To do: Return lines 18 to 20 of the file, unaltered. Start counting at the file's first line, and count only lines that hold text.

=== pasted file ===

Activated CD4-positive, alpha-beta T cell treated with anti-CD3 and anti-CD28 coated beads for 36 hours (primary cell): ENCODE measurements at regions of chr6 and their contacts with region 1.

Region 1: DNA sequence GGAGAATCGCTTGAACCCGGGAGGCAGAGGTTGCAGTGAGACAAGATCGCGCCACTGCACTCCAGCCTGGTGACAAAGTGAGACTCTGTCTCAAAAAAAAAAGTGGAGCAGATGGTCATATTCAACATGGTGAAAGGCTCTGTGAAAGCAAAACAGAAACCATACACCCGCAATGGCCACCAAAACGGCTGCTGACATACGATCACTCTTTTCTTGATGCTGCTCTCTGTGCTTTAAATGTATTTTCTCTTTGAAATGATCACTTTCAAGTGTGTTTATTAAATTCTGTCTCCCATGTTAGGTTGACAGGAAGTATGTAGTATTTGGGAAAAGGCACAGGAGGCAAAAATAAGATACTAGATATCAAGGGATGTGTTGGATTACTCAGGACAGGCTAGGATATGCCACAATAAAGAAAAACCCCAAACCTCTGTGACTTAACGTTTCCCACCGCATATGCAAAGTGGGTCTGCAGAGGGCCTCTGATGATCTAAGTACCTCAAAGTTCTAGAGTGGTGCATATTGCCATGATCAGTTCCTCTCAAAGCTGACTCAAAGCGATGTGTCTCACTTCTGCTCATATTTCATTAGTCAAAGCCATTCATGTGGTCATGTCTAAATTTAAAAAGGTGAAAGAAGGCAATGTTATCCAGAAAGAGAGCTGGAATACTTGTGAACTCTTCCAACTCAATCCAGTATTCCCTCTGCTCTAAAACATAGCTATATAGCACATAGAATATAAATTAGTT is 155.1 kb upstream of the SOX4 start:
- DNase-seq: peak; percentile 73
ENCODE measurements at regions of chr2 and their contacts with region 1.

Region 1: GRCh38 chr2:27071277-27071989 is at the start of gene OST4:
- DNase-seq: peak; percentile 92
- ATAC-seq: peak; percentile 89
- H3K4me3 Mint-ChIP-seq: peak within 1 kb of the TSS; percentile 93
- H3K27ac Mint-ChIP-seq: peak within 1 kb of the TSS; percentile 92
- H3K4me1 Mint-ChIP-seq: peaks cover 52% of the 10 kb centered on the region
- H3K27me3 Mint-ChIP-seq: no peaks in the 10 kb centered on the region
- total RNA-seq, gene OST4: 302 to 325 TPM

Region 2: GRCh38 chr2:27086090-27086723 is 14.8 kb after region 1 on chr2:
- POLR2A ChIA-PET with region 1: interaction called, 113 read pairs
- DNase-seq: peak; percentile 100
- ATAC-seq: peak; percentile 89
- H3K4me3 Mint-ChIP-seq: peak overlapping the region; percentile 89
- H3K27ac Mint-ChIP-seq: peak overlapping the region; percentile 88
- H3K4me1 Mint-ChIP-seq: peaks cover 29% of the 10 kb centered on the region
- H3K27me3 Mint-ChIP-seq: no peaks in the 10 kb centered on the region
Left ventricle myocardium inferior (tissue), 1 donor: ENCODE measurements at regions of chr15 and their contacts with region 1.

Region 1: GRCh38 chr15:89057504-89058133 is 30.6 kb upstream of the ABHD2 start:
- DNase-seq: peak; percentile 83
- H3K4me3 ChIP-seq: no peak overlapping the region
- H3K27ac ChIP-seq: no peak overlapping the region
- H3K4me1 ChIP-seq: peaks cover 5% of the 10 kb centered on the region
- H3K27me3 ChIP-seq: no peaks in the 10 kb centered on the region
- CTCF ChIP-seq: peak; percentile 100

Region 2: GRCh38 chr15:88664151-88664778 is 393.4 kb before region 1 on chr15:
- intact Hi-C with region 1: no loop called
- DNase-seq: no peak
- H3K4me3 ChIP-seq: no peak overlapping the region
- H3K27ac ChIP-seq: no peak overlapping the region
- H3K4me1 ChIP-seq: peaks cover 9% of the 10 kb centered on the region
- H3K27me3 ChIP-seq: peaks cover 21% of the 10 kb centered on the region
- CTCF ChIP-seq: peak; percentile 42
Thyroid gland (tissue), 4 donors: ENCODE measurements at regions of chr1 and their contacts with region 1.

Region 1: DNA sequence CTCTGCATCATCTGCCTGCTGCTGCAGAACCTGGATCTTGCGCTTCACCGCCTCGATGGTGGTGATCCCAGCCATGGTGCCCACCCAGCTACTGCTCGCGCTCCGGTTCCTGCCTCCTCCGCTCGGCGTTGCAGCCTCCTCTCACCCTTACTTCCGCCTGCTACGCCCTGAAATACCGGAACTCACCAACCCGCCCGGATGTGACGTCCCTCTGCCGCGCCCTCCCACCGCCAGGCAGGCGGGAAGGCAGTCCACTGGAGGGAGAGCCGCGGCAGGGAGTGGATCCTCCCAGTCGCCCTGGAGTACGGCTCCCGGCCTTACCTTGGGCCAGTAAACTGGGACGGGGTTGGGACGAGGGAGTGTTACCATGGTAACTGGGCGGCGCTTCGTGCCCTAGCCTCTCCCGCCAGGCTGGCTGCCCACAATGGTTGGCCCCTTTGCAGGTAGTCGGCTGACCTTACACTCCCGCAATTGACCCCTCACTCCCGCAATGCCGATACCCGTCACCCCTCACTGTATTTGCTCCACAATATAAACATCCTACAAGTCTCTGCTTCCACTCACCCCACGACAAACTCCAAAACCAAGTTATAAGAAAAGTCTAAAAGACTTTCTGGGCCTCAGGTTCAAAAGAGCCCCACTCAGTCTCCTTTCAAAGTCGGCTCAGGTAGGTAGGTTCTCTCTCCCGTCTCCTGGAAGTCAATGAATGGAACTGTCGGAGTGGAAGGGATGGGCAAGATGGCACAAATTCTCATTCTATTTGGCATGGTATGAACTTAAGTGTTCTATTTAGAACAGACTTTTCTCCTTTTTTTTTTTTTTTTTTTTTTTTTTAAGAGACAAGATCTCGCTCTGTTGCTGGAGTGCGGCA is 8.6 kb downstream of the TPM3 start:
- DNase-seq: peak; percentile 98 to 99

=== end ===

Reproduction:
- H3K27ac Mint-ChIP-seq: peak overlapping the region; percentile 88
- H3K4me1 Mint-ChIP-seq: peaks cover 29% of the 10 kb centered on the region
- H3K27me3 Mint-ChIP-seq: no peaks in the 10 kb centered on the region